39th House District: Opponents took different roads to New London
New London - If all politics is local, the race for the 39th District House seat might be best described as hyperlocal.
This much is certain: the person who goes to Hartford at the start of the next legislative session to represent two-thirds of New London will have a Colman Street address. In fact, he will be from the block of Colman Street between Cutler and Bank streets.
That's because Ernest Hewett, the incumbent Democrat, and Andrew R. Lockwood, his Republican challenger, live almost directly across the street from one another.
Though the two men have ultimately settled fewer than 200 feet apart - and share some similar experiences - they came to New London from vastly different places.
"Forty years ago, I left my home in Cedar Grove, North Carolina, on a Greyhound bus with $150 in my pocket," Hewett wrote in response to a questionnaire from The Day. "I arrived here in the city of New London, Connecticut, scared to death."
The day after he arrived in the Whaling City, Hewett said he applied for work as a welder at General Dynamics Electric Boat. Hewett was trained in the trade and would go on to work at Electric Boat for the next 20 years.
Like Hewett, Lockwood is not a New London native. He grew up in Stowe, Vt., and later moved with his father to Meriden as a teen. He dropped out of high school to go to work to help his family, he said, but earned his GED before the rest of his classmates graduated.
When he first visited New London in 1978, Lockwood said, he sat in traffic in the city for an hour to get to Ocean Beach Park and was "intrigued by how much business activity there was in the city."
Soon thereafter, he enrolled at Mitchell College and worked at a Howard Johnson in Mystic to pay his tuition. One winter, without a place to live, Lockwood slept in his car at a rest area off of Interstate 95 and showered at work, he said.
"That really gave me insight into how some people live," Lockwood said.
Hewett, too, found himself relying on his car when he was laid off from his job at EB and had to chart a different course.
"In 1995, I was devastated again when I was given a layoff slip," he wrote. "Married with three small children to feed, again I was afraid."
Hewett applied for a home improvement license and set off as an independent contractor, running his new venture out of the trunk of his car.
Two years after being laid off from EB, Hewett was elected to the City Council and in 1999 became the city's mayor. After losing his 2003 bid for a fourth term on the council by 54 votes, Hewett sat on the political sidelines for a year.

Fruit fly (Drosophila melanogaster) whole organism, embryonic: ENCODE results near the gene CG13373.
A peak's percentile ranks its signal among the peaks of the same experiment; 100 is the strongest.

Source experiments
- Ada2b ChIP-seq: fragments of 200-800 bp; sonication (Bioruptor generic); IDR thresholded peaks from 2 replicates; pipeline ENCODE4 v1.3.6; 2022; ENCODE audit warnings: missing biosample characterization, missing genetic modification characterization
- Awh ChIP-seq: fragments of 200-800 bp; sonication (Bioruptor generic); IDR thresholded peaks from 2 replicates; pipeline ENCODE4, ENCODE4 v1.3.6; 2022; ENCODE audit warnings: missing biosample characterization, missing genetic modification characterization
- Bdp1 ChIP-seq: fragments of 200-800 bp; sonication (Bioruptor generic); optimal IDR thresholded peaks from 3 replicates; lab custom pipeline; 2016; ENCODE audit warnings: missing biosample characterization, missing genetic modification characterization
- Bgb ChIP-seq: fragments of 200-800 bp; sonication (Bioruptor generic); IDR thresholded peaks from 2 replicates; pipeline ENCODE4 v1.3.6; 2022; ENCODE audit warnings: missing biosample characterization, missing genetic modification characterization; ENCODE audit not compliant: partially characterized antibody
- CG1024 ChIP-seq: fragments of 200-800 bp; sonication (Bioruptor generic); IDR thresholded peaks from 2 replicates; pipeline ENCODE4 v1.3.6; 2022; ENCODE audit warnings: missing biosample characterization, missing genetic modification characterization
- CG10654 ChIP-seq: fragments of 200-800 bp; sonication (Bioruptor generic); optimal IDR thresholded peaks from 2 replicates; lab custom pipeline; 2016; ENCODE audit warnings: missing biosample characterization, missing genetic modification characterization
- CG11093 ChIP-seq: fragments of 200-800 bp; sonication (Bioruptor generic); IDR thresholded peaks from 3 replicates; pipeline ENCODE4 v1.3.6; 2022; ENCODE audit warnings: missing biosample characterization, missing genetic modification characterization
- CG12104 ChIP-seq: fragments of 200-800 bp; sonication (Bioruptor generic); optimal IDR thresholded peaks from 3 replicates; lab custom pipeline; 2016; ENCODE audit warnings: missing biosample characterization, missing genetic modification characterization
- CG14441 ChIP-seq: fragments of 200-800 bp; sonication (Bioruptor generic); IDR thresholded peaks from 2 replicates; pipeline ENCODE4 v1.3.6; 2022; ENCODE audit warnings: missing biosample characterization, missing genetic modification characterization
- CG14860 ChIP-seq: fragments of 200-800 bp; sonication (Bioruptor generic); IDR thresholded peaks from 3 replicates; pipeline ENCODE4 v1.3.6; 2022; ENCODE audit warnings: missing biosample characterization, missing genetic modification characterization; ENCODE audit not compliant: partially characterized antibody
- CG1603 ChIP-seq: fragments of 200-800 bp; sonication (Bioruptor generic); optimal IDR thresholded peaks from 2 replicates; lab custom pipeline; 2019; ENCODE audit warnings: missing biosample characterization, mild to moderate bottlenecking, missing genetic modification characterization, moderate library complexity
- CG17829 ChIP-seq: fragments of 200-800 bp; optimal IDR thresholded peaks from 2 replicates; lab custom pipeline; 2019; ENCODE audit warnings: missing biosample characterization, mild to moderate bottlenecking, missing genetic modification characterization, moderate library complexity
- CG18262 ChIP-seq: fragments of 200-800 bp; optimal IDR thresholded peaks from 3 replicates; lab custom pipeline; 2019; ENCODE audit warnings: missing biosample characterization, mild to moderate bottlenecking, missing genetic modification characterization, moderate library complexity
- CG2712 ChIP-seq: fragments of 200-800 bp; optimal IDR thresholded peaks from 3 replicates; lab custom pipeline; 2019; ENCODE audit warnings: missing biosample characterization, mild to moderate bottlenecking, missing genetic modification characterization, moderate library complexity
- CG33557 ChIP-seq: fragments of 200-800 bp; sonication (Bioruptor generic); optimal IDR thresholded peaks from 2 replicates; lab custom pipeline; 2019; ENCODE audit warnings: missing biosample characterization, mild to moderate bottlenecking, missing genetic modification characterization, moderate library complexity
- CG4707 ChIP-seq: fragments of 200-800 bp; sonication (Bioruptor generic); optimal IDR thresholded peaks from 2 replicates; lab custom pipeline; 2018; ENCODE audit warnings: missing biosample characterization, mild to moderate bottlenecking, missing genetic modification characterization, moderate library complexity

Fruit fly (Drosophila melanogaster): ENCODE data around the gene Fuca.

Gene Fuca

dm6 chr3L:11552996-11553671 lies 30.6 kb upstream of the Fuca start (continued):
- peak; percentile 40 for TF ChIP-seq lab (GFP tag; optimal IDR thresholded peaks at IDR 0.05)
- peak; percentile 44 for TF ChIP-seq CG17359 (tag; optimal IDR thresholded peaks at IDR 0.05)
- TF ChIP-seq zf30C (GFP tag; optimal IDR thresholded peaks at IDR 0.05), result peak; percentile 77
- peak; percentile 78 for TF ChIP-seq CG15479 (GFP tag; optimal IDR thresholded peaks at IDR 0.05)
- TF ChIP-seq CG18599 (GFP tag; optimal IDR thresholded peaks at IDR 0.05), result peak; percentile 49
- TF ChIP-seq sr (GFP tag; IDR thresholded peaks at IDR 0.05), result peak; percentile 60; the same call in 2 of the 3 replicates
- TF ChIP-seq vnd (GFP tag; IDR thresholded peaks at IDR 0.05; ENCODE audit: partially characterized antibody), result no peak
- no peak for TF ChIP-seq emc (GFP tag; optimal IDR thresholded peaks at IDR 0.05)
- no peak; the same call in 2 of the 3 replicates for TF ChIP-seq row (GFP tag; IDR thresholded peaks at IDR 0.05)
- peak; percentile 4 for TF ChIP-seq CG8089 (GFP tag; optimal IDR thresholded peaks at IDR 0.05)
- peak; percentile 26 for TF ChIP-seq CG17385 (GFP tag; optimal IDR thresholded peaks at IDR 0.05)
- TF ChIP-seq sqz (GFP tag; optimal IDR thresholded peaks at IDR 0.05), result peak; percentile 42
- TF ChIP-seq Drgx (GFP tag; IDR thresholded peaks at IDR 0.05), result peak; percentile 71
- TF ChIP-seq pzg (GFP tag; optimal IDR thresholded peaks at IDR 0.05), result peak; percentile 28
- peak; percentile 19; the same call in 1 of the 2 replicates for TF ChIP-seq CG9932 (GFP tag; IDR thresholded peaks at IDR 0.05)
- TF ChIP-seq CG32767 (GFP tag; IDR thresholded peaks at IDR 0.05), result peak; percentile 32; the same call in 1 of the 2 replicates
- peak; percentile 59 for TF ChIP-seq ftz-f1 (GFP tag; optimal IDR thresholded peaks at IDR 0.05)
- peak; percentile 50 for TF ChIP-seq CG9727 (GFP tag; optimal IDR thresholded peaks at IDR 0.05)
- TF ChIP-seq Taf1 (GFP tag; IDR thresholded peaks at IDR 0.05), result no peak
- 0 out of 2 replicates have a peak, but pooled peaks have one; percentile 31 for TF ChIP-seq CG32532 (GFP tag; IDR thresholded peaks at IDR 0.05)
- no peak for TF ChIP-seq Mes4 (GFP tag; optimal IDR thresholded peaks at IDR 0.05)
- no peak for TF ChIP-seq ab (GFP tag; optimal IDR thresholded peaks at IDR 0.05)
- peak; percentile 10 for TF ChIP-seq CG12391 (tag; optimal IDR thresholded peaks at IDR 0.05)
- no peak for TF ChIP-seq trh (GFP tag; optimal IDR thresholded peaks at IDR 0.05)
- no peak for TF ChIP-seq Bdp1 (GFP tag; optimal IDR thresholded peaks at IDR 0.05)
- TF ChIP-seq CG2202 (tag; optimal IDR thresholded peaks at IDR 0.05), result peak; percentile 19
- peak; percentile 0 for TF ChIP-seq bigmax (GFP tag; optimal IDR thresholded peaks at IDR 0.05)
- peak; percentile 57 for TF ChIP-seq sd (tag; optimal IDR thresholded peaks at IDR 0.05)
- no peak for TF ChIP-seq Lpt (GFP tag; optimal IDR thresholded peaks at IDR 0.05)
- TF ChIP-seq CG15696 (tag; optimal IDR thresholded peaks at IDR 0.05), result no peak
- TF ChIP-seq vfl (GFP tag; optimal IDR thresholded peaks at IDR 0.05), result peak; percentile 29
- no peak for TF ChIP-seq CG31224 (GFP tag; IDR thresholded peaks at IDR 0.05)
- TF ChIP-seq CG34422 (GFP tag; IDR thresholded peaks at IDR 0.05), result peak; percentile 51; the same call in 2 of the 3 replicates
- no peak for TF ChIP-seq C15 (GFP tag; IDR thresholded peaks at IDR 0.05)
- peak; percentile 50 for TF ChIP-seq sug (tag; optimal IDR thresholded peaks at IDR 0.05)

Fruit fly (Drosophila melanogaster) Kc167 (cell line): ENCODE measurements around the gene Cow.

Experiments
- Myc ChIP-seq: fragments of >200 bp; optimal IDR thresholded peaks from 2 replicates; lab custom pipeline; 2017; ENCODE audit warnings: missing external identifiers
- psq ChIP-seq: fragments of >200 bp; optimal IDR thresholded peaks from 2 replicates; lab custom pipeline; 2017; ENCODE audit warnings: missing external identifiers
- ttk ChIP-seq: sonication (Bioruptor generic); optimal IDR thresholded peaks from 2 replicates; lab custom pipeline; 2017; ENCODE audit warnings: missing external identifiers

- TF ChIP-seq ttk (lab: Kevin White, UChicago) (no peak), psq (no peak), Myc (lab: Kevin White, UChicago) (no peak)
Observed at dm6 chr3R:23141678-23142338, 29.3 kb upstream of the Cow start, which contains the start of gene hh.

He was first elected to the General Assembly in 2004, and since has served as vice chairman of the Appropriations Committee, treasurer for the Black and Latino Caucus and deputy majority leader of the state House of Representatives.
In 2013, Hewett was removed from his leadership position as deputy speaker after he made a controversial comment to a 17-year-old female ambassador of the Connecticut Science Center.
The girl, who was testifying before an Appropriations Committee hearing, told the legislators that the science center helped her become less shy and overcome her fear of snakes.
Hewett told the girl, "If you're bashful I got a snake sitting under my desk here."
When Lockwood announced in August his campaign to challenge Hewett, much of his 35-minute speech focused on Hewett's infamous snake comment.
Lockwood called the remark "disgusting," "sexual harassment" and "another black eye on New London."
Though Lockwood has not held elected office, his name has appeared on ballots for local and state offices frequently.
In 2009, he ran on the Republican ticket for City Council and came in last place. The next year, he challenged Hewett for the 39th District seat and lost by a roughly 2-1 margin. And in 2011, Lockwood was a petitioning candidate for mayor and received fewer than 200 votes.
"You are only unsuccessful if you give up," Lockwood said. "In my life, I've never been a quitter."
The parallels between Hewett and Lockwood cease when it comes to policy issues, though.
Perhaps most notably, the two men differ greatly in their views of the gun law passed in the wake of the 2012 Newtown school shooting.
Hewett, who voted in favor of the law, said the law may not go far enough to address gun violence in inner cities and would be open to amending it.
"Our young men and women in the inner cities are not being gunned down by an AK-47, it's hand guns," he said.
Hewett also supports amending the law to better address mental health issues and to "help a parent get through all the red tape getting help for a loved one with a mental illness."
Lockwood, who has been endorsed by the gun rights group Connecticut Citizens Defense League, said he would work to repeal the entirety of the 2013 gun control law.
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